Lanarkshire Songwriters album celebrates Clyde Valley

Fruits of their Labours...Lanarkshire Songwriters who contributed to the new album, with a little help from locals who shared their stories on fruit growing in the Clyde Valley.
Fruits of their Labours...Lanarkshire Songwriters who contributed to the new album, with a little help from locals who shared their stories on fruit growing in the Clyde Valley.

The verdant Clyde Valley has produced many treats to please the palate – juicy tomatoes, crisp apples, the sweetest of Victoria plums and, of course, thousands of jars of homemade jeely.

Now this world-famous and scenic area, known as Scotland’s Fruit Bowl, is offering something to please the ears too – a music album based on that produce.

Oral histories...recalling the many tomato houses and orchards in Clydesdale have helped inspire the new album. (Pic: Tom Clelland)

Oral histories...recalling the many tomato houses and orchards in Clydesdale have helped inspire the new album. (Pic: Tom Clelland)

And, no, it wasn’t made by Apple Records after a jam session but by a highly talented group of local musicians, backed by a label based in New Lanark.

The CD, called, aptly enough, Fruits of Their Labours, has been recorded by Lanarkshire Songwriters with the help of the Clyde and Avon Valley Landscape Partnersip (CAVLP).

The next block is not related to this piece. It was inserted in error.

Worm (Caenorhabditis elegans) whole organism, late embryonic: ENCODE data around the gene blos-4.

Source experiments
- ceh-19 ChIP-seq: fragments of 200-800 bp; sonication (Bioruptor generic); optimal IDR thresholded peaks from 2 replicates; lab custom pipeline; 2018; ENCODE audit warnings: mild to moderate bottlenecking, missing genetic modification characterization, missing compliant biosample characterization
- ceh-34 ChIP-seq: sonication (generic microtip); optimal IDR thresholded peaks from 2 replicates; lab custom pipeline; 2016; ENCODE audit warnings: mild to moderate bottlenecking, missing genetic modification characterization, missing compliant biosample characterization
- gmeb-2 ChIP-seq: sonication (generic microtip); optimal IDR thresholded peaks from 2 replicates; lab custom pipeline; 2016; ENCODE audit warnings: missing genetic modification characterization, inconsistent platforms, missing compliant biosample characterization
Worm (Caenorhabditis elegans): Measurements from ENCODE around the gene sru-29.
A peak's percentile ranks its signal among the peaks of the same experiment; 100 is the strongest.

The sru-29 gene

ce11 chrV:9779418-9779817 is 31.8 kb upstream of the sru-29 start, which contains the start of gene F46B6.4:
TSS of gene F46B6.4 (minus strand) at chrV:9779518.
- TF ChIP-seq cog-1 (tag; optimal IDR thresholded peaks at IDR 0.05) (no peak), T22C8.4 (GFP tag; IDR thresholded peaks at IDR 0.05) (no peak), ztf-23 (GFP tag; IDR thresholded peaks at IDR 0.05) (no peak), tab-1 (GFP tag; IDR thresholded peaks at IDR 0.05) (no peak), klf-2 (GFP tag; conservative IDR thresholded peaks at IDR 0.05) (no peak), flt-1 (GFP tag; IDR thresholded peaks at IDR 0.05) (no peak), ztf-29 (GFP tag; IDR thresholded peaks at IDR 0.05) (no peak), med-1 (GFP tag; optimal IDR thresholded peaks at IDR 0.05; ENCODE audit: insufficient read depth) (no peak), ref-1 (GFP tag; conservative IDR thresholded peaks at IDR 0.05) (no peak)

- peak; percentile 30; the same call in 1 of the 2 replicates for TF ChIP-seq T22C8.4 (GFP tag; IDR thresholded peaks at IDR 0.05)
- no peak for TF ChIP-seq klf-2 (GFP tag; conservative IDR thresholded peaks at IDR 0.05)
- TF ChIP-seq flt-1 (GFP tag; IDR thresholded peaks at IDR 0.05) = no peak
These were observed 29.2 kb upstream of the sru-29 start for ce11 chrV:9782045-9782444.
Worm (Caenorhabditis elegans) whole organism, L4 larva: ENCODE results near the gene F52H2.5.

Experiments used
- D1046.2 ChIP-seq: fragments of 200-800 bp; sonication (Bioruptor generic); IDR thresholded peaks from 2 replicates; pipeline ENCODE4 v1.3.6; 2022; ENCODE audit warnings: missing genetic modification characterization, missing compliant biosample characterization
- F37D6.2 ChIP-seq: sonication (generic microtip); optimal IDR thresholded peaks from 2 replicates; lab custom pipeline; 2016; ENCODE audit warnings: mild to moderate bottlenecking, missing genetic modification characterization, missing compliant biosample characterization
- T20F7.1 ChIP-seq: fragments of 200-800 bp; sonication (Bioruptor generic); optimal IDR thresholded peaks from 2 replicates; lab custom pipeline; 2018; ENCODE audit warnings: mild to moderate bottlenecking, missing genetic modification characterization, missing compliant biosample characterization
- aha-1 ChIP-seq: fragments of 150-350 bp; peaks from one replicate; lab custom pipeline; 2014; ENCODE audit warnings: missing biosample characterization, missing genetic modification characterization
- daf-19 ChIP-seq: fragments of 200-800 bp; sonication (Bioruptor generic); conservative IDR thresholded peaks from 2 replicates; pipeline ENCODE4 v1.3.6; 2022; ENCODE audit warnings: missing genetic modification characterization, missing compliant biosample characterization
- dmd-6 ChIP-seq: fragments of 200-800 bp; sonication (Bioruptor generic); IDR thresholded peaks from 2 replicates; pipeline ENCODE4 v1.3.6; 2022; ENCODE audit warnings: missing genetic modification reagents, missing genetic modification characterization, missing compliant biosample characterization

Now the collaborators are offering 50 free copies of the CD to Gazette readers.

Explained a spokeswoman for CAVLP: “The album was part of a wider project which included oral histories from families of former fruit growers and horticulturalists.”

This created the earlier Apple Day album, with the help of local primary schools.

The follow-up Fruits of their Labours has, like the earlier one, received the financial backing of several bodies, including the LEADER rural economy fund and South Lanarkshire Council.

Bob Bradford, a member of Lanarkshire Songwriters, based his contribution on Jeelie Jars.

He said: “As soon as I settled in my own wee bit of the valley, I promised myself some old Clyde Valley apple and plum varieties in my garden as a connection with the past.